Saturday, May 2, 2015

How much detail do you need?

I developed a hobby in the last few months, one that I never had interest in, until I was curious about something for a short story.

I started to make my own yogurt.

It started innocently enough, I had an idea for a scene in my head and it involved making yogurt. So I researched how to do it. I realized as I was reading about it, that it was pretty simple. So I decided to try it. I didn't have to make the yogurt just for research. But doing it myself made it easier to write about it. I keep doing it because it's the type of yogurt I like, that is hard to find in the stores (full fat). Also it has led to making farmer's cheese, which my husband loves.

Did this mean that that scene became a recipe for how to make yogurt? No. Because that would be boring. But it was tempting.

We like to show off what we know. I don't think it's a pride issue. I think it's because we want to share knowledge with other people. But if you are writing a story, that is not the place to give a chapter lecture on theoretical physics. Even if you are writing hard science fiction. The reason, you will lose a lot of the audience.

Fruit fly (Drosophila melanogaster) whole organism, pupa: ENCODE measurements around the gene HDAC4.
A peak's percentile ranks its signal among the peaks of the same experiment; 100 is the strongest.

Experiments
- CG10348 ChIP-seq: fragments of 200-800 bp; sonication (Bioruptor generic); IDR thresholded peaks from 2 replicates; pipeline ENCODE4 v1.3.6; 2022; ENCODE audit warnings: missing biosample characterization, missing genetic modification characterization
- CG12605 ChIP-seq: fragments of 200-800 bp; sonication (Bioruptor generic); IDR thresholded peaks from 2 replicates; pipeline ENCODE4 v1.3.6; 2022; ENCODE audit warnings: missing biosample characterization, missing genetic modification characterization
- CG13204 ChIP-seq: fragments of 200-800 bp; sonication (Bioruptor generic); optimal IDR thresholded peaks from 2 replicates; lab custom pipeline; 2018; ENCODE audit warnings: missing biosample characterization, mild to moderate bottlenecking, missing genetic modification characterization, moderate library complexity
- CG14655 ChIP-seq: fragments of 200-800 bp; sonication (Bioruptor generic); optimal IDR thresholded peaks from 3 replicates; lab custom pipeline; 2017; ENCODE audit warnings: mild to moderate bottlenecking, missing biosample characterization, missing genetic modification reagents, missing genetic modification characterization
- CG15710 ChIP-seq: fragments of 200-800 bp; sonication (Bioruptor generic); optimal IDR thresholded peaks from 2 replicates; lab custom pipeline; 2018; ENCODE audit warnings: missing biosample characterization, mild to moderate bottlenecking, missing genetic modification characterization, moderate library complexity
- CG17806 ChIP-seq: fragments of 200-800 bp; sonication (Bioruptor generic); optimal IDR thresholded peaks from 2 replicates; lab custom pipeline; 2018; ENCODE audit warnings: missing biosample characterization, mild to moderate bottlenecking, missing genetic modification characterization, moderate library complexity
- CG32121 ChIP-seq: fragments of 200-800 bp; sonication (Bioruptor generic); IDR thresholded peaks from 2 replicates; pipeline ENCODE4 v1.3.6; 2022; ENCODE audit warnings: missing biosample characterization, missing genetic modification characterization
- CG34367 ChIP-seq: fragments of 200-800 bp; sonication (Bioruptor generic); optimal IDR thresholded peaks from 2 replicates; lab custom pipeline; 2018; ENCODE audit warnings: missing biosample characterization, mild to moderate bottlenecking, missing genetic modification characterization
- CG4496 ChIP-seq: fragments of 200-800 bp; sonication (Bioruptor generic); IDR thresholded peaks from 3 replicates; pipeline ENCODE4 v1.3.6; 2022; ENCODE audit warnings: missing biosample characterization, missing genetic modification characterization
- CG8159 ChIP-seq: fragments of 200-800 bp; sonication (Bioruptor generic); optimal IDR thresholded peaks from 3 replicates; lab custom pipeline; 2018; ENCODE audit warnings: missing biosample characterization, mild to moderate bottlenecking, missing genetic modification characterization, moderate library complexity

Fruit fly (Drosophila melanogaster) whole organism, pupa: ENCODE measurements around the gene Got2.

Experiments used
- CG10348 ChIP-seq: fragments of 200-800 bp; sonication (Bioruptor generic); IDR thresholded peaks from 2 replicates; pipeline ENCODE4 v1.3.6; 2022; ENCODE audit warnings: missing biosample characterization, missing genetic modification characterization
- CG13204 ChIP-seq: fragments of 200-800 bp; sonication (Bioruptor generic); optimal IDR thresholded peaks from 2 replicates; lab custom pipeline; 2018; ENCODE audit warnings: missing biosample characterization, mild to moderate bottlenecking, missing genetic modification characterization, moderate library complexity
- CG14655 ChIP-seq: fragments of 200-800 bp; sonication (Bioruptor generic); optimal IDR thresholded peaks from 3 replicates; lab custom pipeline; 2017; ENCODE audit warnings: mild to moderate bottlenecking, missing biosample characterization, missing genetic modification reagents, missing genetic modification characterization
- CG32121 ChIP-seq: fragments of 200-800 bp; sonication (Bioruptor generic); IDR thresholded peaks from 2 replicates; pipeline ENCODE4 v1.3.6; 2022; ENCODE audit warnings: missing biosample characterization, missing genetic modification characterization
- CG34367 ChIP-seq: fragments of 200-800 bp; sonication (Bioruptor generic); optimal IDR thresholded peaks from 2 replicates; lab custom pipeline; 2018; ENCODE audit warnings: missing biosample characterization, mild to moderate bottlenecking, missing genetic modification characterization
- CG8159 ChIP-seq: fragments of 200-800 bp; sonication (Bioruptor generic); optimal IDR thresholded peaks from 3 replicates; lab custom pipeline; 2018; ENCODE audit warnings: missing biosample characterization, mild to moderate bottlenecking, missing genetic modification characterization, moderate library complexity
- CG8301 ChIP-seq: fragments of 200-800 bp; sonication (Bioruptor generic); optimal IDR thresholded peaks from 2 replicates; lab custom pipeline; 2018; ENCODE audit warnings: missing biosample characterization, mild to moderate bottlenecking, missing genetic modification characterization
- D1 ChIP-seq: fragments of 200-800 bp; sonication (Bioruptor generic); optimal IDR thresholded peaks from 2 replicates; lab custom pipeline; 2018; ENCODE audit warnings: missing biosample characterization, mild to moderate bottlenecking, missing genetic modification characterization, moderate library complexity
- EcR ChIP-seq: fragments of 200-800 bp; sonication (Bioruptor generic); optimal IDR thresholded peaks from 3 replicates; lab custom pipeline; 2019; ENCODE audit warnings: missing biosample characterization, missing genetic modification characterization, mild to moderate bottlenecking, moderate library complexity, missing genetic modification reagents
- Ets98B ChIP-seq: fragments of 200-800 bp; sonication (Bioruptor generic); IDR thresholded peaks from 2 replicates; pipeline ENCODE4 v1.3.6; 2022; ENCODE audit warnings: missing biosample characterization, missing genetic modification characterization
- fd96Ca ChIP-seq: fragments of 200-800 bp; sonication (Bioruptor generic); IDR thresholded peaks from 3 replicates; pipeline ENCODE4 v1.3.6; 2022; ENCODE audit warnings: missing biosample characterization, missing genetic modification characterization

It's happened to me as a reader. I remember a really interesting story about this man that could flip between parallel universes. The author must of been a fan or studied Eastern marital arts. Because when ever the hero got into a fight, every blow was named. Every fighting style was described in such detail, that I forgot I was reading an adventure story and thought I was reading a fighting manual. The story was slowed down with such detail, to the point I stopped reading.

How much to put in?

Enough to drive the story.

If you want to test yourself to see if you have put too much detail in. Read the story and skip that part. Better yet, get another to read it. If the story still makes sense without all that detail; CUT IT.

There are a lot of things I do as a hobby, that would be great to put in a story. And show off how much I know. But really, does a reader need to know that grandma screw up her gift sweater because she used the wrong cast on stitch while knitting.

If the detail is needed, add it. Maybe it becomes a plot point that you need to know every step in the tanning process, to figure out how the murder happened. Even then, just give the reader enough. Especially if you are describing the pre 20th century tanning process, you don't want your reader getting nauseous.  Skip to about 3:20 in the video if you want to know why.

by Mari Miniatt

Friday, April 3, 2015

What We Do in the Shadows

Another movie review...

Have you seen What We Do in the Shadows?